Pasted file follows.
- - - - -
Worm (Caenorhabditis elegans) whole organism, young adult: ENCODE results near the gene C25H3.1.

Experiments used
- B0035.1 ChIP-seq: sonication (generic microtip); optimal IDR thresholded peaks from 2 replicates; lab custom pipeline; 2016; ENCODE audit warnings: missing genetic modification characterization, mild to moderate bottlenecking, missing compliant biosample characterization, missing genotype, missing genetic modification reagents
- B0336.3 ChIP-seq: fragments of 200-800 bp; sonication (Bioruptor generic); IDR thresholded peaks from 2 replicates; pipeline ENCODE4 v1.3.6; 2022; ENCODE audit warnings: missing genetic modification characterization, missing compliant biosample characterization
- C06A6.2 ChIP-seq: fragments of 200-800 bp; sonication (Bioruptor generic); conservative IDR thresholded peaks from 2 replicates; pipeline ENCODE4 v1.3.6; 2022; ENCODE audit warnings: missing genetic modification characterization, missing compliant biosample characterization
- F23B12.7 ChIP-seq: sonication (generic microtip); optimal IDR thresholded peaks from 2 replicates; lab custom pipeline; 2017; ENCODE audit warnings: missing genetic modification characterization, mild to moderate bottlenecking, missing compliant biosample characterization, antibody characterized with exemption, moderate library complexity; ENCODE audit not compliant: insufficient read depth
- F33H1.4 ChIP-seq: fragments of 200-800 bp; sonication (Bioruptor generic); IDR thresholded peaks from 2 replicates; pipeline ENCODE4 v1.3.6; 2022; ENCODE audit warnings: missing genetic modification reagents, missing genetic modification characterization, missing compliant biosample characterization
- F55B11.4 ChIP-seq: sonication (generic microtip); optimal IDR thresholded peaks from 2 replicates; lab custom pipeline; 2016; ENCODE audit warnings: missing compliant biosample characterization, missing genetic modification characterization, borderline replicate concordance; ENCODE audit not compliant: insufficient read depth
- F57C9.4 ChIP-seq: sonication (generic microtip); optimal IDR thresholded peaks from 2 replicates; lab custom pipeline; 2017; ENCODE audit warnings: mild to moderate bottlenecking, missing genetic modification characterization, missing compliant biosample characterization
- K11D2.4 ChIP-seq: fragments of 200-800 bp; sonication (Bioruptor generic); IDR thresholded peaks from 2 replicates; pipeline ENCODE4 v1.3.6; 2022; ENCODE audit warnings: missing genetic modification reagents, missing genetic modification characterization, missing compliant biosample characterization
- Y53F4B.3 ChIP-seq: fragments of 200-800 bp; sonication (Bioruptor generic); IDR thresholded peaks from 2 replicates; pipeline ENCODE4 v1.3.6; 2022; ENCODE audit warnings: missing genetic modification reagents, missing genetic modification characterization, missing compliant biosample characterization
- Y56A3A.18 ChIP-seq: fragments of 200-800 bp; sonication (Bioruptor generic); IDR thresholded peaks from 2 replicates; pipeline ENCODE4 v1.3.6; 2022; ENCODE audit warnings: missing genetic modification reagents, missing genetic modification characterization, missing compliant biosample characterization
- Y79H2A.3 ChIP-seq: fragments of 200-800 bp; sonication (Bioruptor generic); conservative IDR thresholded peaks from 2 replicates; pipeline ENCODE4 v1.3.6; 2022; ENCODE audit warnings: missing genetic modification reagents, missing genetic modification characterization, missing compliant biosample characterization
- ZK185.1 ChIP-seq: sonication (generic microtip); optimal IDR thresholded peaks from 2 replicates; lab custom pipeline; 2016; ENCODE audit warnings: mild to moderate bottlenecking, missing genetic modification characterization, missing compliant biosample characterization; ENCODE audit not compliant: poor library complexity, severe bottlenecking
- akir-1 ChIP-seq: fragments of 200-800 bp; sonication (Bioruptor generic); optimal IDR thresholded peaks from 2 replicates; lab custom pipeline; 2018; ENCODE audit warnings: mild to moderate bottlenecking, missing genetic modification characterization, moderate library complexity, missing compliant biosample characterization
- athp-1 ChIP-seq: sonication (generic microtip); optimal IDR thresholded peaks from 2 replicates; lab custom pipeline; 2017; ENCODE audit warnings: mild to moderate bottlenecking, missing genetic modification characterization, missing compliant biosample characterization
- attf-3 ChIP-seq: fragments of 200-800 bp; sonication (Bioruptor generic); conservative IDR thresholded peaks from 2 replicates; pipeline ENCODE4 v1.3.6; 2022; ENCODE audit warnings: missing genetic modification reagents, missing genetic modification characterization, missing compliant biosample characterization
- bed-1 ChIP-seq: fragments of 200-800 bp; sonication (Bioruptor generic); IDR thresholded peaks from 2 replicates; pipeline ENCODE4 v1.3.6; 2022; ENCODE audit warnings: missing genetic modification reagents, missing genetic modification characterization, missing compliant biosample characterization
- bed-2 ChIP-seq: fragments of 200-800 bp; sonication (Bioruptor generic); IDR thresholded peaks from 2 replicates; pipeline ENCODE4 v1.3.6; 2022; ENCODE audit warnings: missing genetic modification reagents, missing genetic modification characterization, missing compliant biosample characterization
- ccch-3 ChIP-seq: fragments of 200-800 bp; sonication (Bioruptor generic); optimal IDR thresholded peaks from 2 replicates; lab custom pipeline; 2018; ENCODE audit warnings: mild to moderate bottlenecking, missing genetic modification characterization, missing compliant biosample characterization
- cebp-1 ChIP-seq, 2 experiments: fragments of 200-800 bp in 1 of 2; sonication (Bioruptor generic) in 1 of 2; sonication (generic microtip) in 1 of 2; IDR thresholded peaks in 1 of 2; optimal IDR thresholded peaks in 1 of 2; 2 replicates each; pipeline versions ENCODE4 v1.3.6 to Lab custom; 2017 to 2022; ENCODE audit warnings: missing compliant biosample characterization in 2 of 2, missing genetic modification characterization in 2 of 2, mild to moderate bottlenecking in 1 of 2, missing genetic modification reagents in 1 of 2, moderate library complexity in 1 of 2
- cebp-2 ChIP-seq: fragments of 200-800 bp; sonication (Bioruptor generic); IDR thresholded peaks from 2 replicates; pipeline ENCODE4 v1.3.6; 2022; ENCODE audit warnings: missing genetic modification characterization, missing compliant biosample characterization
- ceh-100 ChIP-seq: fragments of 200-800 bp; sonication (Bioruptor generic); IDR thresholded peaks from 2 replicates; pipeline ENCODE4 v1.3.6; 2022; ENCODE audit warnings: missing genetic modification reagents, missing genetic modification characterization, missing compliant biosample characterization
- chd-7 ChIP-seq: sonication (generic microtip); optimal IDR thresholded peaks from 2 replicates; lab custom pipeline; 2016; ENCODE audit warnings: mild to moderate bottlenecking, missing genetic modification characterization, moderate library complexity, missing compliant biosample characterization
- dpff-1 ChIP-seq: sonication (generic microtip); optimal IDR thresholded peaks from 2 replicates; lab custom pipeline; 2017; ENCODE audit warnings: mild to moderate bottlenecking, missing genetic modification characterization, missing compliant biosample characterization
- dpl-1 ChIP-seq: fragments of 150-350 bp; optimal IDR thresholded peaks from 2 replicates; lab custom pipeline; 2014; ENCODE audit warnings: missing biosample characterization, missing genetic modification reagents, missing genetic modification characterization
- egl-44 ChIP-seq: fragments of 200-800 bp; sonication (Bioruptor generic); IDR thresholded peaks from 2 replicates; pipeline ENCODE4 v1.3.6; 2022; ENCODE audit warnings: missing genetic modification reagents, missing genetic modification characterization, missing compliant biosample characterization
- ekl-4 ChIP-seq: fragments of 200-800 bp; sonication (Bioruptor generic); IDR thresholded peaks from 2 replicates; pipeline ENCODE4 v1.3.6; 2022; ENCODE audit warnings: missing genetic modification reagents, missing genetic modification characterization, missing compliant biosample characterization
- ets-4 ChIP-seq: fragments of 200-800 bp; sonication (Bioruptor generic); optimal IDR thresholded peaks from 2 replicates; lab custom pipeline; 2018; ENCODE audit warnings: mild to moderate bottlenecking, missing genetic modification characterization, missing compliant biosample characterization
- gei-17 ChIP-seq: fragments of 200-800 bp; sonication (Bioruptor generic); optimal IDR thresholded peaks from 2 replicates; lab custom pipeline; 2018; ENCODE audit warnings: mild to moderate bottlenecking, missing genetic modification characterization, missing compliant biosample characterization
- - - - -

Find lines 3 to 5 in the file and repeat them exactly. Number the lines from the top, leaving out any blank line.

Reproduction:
- B0035.1 ChIP-seq: sonication (generic microtip); optimal IDR thresholded peaks from 2 replicates; lab custom pipeline; 2016; ENCODE audit warnings: missing genetic modification characterization, mild to moderate bottlenecking, missing compliant biosample characterization, missing genotype, missing genetic modification reagents
- B0336.3 ChIP-seq: fragments of 200-800 bp; sonication (Bioruptor generic); IDR thresholded peaks from 2 replicates; pipeline ENCODE4 v1.3.6; 2022; ENCODE audit warnings: missing genetic modification characterization, missing compliant biosample characterization
- C06A6.2 ChIP-seq: fragments of 200-800 bp; sonication (Bioruptor generic); conservative IDR thresholded peaks from 2 replicates; pipeline ENCODE4 v1.3.6; 2022; ENCODE audit warnings: missing genetic modification characterization, missing compliant biosample characterization